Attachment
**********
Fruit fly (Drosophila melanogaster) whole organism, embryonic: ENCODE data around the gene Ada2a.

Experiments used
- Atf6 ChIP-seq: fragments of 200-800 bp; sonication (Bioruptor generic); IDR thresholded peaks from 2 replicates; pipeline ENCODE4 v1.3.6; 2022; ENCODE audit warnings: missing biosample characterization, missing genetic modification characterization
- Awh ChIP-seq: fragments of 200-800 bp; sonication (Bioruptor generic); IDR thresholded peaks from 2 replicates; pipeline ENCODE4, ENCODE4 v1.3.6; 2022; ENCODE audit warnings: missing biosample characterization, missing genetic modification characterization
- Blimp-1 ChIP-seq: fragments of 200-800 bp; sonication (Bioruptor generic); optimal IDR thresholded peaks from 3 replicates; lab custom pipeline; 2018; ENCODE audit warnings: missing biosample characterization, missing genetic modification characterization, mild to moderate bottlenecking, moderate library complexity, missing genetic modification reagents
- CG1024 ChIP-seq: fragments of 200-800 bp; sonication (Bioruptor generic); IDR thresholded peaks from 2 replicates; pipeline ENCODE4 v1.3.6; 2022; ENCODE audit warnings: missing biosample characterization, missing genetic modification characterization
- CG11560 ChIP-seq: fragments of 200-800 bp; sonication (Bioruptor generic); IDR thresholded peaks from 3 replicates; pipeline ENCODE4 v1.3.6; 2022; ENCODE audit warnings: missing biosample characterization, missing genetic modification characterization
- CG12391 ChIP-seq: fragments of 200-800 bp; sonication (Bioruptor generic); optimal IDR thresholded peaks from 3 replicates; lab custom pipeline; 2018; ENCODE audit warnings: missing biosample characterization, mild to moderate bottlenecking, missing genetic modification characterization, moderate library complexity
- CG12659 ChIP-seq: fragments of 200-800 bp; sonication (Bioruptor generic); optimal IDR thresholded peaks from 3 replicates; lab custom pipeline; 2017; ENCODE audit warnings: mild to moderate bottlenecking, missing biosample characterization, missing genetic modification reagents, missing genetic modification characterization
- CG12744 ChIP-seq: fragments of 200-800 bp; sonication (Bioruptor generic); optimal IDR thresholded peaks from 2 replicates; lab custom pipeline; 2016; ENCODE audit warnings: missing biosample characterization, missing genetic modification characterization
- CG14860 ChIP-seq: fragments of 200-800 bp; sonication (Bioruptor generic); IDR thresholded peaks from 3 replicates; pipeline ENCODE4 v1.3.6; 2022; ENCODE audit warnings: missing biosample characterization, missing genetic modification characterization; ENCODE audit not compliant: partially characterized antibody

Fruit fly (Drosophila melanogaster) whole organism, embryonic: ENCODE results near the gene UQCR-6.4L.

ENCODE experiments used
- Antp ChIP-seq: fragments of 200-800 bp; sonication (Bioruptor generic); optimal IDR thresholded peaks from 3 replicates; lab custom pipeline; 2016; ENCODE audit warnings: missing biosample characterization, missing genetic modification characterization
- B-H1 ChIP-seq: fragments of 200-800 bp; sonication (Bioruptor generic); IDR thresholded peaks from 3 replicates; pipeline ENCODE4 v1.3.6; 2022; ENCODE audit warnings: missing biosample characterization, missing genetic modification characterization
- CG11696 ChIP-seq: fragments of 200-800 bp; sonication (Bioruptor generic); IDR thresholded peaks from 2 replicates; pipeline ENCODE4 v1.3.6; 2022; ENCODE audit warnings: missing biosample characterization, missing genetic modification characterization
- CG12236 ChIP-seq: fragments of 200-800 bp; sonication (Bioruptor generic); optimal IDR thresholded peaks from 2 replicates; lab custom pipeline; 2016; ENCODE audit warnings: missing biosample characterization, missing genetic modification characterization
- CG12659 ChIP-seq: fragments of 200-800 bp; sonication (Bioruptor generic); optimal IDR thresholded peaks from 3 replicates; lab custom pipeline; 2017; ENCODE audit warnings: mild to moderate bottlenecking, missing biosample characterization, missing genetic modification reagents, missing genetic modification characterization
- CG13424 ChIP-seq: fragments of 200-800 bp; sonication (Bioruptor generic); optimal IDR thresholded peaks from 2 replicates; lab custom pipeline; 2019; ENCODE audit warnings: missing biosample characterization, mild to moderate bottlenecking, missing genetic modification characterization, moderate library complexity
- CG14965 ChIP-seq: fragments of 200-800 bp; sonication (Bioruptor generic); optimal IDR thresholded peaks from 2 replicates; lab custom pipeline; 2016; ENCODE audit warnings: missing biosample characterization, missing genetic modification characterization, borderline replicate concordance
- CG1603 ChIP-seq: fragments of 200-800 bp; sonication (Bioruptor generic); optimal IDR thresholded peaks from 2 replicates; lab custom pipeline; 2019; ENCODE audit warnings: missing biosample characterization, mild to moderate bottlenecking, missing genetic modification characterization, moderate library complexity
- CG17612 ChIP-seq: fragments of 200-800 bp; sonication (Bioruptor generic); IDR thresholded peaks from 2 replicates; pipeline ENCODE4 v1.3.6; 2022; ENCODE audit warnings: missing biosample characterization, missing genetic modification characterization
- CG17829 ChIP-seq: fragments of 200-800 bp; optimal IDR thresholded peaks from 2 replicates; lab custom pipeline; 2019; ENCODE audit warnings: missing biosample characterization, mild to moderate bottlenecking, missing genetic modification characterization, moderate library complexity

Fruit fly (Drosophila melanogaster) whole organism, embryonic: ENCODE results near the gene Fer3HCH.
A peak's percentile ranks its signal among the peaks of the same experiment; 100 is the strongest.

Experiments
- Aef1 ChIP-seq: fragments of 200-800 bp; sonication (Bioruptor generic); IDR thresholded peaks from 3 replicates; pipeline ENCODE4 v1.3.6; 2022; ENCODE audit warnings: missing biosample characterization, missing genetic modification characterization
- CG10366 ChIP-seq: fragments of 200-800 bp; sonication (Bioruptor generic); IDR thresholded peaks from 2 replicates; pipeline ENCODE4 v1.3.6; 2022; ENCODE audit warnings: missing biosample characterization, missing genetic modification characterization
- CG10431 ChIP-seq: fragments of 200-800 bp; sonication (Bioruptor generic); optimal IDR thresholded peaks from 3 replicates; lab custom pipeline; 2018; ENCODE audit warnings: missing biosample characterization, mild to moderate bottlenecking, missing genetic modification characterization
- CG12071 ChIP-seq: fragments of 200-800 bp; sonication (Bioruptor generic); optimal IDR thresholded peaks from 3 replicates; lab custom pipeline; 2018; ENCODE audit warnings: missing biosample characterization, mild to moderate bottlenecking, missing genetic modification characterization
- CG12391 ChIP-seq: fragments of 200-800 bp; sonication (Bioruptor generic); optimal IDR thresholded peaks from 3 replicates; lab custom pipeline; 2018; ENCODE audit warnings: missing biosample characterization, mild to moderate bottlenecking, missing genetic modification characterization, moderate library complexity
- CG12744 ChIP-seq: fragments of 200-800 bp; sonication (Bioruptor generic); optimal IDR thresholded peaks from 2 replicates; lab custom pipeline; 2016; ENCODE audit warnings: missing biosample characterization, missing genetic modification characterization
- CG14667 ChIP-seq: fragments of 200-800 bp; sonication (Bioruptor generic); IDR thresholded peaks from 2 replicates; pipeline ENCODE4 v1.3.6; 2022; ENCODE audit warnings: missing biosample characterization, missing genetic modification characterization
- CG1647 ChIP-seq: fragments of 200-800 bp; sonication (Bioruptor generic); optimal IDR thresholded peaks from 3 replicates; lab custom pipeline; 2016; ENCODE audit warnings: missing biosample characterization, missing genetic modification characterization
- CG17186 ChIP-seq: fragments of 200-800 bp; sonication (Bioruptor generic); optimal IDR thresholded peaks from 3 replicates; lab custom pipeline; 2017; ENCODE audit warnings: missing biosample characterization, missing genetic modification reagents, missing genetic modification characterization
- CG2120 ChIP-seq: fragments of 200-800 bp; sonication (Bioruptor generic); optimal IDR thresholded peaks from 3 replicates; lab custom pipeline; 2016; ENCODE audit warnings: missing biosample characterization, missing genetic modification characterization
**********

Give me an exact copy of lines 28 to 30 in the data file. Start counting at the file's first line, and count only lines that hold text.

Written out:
- CG10366 ChIP-seq: fragments of 200-800 bp; sonication (Bioruptor generic); IDR thresholded peaks from 2 replicates; pipeline ENCODE4 v1.3.6; 2022; ENCODE audit warnings: missing biosample characterization, missing genetic modification characterization
- CG10431 ChIP-seq: fragments of 200-800 bp; sonication (Bioruptor generic); optimal IDR thresholded peaks from 3 replicates; lab custom pipeline; 2018; ENCODE audit warnings: missing biosample characterization, mild to moderate bottlenecking, missing genetic modification characterization
- CG12071 ChIP-seq: fragments of 200-800 bp; sonication (Bioruptor generic); optimal IDR thresholded peaks from 3 replicates; lab custom pipeline; 2018; ENCODE audit warnings: missing biosample characterization, mild to moderate bottlenecking, missing genetic modification characterization